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Q&A: Helmand's head of council for tribal elders

Village elders in Lashkar Gah, Helmand Province
Nato forces consulted widely with tribal elders ahead of the offensive

As the biggest offensive in Afghanistan since 2001 continues in southern Helmand province, the head of council for Helmand's tribal elders, Haji Abdurahman Sabir, tells BBC Pashto's Emal Pasarly about the frustrations of local residents.

Do you support the military operations?

No doubt there were problems in Nad Ali and Marjah - these areas were a threat to the security of Lashkar Gah and the province as a whole.

Armed men would kill people and then retreat to Marjah, using it as a safe haven. The only solution was to start this operation.

What about drugs?

Aside from the presence of armed men, drug trafficking was also a problem. There were around 60 or 70 small heroin factories here, and terrorists from around the world flocked to the area.

Marjah and Nad Ali are geographically flat, there are no mountains where militants could hide. So why were such military operations not carried out in the past?

Two or three years ago when there was fighting in other parts of Helmand, local people looked after Marjah and Nad Ali.

But this changed because of an ignorant government and a negligent police force: after that about 20 members of the Taliban arrived in the region.

We elders mentioned this problem at the time and we warned the government that the Taliban would capture Marjah - but no-one listened to us.

What can tribal elders do to prevent armed men from taking control of their region?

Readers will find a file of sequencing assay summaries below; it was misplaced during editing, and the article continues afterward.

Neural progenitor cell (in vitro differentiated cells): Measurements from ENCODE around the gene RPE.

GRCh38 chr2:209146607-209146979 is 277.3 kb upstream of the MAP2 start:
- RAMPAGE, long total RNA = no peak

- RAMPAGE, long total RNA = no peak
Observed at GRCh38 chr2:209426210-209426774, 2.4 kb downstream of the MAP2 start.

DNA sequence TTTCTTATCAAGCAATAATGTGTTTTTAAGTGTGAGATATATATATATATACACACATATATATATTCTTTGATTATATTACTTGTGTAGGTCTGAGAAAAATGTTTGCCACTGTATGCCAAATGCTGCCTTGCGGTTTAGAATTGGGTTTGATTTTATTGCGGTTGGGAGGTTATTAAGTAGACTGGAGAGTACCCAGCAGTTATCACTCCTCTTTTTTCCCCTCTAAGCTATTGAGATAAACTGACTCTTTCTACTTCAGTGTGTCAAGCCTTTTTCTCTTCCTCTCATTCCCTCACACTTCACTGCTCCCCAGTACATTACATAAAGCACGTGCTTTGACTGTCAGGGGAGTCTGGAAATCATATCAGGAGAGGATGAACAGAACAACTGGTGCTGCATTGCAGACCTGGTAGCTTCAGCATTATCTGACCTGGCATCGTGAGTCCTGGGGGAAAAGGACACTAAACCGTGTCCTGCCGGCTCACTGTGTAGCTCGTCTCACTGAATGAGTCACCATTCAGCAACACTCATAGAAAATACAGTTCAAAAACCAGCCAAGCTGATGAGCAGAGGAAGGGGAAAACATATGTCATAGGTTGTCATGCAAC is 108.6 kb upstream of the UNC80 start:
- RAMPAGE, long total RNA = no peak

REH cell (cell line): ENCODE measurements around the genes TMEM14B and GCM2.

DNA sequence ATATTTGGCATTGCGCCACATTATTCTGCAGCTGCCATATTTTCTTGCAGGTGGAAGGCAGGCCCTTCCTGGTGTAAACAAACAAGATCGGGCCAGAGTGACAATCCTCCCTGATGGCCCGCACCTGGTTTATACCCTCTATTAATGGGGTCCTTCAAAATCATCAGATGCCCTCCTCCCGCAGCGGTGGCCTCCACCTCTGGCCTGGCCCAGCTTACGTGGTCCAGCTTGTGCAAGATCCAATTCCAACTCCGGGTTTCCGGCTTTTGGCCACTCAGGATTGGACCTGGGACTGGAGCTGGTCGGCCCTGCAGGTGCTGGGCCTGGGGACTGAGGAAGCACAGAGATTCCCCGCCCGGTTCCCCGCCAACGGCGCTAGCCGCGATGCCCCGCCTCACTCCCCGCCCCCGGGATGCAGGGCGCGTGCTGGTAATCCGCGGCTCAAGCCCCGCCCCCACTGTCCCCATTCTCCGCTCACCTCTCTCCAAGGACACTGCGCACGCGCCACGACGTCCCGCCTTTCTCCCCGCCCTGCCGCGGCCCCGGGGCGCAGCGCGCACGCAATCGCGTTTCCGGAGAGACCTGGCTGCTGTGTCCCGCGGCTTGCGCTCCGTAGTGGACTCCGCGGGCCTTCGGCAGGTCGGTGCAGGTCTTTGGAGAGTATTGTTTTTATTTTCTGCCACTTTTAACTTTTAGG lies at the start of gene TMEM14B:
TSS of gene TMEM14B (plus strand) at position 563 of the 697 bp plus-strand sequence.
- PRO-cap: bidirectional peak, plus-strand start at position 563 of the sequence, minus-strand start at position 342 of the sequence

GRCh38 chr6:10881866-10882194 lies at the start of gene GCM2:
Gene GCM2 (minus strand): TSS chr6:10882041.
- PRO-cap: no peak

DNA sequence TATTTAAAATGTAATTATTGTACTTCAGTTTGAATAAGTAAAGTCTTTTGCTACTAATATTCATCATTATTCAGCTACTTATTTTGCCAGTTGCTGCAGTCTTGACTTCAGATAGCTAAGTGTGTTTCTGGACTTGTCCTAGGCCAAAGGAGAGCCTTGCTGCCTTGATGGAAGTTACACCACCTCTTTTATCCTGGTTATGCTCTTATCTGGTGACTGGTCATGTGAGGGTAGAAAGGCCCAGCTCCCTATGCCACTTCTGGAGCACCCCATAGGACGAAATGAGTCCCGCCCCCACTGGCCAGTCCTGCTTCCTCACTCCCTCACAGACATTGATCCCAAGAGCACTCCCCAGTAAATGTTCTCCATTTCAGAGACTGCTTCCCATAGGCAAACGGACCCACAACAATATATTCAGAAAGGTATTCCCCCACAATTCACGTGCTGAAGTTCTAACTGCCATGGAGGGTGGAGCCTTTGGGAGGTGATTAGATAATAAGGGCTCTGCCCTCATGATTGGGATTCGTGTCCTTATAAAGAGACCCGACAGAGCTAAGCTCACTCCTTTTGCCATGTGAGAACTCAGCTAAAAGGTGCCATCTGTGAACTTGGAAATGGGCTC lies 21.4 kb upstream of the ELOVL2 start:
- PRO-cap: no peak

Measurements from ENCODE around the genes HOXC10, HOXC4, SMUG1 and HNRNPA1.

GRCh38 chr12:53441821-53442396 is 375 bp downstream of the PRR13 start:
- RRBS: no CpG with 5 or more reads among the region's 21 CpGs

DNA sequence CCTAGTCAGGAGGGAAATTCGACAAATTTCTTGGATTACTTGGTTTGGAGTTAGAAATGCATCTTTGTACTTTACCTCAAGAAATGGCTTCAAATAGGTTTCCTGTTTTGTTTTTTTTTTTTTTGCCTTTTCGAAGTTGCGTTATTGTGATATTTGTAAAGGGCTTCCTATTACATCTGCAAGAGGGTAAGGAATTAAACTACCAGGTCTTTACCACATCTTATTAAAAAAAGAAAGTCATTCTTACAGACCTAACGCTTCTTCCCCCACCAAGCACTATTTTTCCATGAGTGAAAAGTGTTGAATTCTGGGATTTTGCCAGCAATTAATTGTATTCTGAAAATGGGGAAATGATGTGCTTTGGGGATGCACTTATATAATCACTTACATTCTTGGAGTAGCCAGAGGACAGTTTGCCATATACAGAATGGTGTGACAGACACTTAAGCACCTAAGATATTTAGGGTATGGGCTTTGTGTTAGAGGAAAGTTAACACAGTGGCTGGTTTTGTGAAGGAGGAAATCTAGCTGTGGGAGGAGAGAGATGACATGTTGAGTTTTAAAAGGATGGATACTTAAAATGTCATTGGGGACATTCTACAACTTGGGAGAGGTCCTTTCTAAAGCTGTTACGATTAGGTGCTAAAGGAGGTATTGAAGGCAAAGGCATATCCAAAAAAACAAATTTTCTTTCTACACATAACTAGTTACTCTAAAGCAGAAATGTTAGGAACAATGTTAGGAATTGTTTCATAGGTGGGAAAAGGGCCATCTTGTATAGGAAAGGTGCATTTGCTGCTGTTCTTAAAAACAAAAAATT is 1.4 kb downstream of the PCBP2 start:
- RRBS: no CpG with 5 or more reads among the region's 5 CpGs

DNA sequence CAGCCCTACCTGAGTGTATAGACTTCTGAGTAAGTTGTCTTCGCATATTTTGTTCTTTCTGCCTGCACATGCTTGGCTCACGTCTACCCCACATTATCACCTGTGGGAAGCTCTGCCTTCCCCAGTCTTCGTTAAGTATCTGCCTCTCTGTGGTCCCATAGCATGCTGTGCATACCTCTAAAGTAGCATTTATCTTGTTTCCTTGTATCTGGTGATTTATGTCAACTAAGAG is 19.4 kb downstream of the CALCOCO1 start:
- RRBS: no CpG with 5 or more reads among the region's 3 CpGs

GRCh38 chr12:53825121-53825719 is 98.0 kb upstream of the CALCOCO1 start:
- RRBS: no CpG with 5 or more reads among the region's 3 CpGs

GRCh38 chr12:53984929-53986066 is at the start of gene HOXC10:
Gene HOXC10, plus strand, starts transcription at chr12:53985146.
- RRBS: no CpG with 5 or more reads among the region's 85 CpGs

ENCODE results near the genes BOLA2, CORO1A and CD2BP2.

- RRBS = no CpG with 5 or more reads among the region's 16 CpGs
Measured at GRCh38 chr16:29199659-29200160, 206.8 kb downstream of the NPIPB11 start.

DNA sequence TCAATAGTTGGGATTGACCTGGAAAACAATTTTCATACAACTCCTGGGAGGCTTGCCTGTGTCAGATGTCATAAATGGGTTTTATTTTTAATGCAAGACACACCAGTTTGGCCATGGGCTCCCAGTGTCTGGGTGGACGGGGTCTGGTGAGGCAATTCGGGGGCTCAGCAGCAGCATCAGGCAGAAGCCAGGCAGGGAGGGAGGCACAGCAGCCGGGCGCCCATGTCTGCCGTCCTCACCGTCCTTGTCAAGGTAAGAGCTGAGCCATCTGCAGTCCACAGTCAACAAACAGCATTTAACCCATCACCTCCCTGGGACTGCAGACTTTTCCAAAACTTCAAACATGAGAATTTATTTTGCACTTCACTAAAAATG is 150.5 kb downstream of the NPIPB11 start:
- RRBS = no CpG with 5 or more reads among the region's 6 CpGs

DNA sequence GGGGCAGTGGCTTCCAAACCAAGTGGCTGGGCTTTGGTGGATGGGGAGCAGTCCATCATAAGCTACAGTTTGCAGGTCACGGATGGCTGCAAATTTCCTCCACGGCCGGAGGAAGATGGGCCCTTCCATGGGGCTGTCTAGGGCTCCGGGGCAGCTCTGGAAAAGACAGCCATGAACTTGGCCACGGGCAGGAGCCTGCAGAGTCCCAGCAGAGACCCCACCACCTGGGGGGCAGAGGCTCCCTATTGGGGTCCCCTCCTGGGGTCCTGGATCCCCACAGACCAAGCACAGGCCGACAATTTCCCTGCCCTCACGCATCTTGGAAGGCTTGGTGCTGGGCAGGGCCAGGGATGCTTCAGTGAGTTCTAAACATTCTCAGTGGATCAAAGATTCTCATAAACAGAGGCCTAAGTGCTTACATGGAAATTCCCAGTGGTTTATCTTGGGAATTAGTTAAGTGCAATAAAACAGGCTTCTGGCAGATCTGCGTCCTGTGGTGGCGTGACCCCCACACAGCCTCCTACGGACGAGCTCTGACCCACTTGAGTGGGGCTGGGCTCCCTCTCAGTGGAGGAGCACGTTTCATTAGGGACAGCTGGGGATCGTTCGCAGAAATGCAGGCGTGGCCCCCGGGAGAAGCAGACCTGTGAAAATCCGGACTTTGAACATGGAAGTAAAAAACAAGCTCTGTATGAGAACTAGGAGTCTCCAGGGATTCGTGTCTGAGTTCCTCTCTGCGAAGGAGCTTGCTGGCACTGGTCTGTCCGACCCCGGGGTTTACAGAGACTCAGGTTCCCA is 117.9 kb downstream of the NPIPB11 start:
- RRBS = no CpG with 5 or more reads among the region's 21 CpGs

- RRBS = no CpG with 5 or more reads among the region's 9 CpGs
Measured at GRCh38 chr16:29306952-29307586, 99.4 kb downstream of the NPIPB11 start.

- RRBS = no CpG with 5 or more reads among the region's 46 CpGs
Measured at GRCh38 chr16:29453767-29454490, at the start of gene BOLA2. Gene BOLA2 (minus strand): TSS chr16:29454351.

Tribal elders are unarmed and the government is incompetent.

However, a solution could be reached if the government were to provide security for the elders, and if officials were to gain the support of the elders by respecting their demands and avoiding exploitation for personal gain.

That way I am sure everyone would be willing to support the government.

What do you mean by respecting your demands?

All I am saying is that I wish the government listened to us three years ago.

I wish they would act with our views in mind - officials just want to implement their own agenda without talking to the people.

If the Afghan police and army stay in the area, could they protect it from the Taliban?

I am not sure. The police and army are from other parts of the country, and without local people involved in the security, it is impossible to protect the area.

Right now 10 men are resisting and no-one is able to control the situation. If the police force was made up of local people I am sure Marjah would have fallen in two days.

But do you think local people would be willing to join the police force?

Yes for sure, as long as the government listened to their demands.

What do the people want?

They want to be counted, they want to be given some sort of a position.

If someone from Helmand travels to Kabul, officials treat them badly. No one takes any notice of Helmand's problems, or of the people of Helmand. They arrest everyone from Helmand on false allegations of drug trafficking.

Over the past five or six years the rest of Afghanistan has acted as though everyone in Helmand owns a bank full of money [as Helmand is full of drugs money].

So you are saying that the people of Helmand are ill-treated?

Definitely. The residents of Helmand have no contact with the president; their voice is not heard at all. Their rights are not protected.

Not one Helmand resident has been appointed in a position where he could look after his own people or guide them towards the government.

We don't have any government representation.

You cannot ask me to join the army - simply to be under the command of someone else and not in a leadership position.



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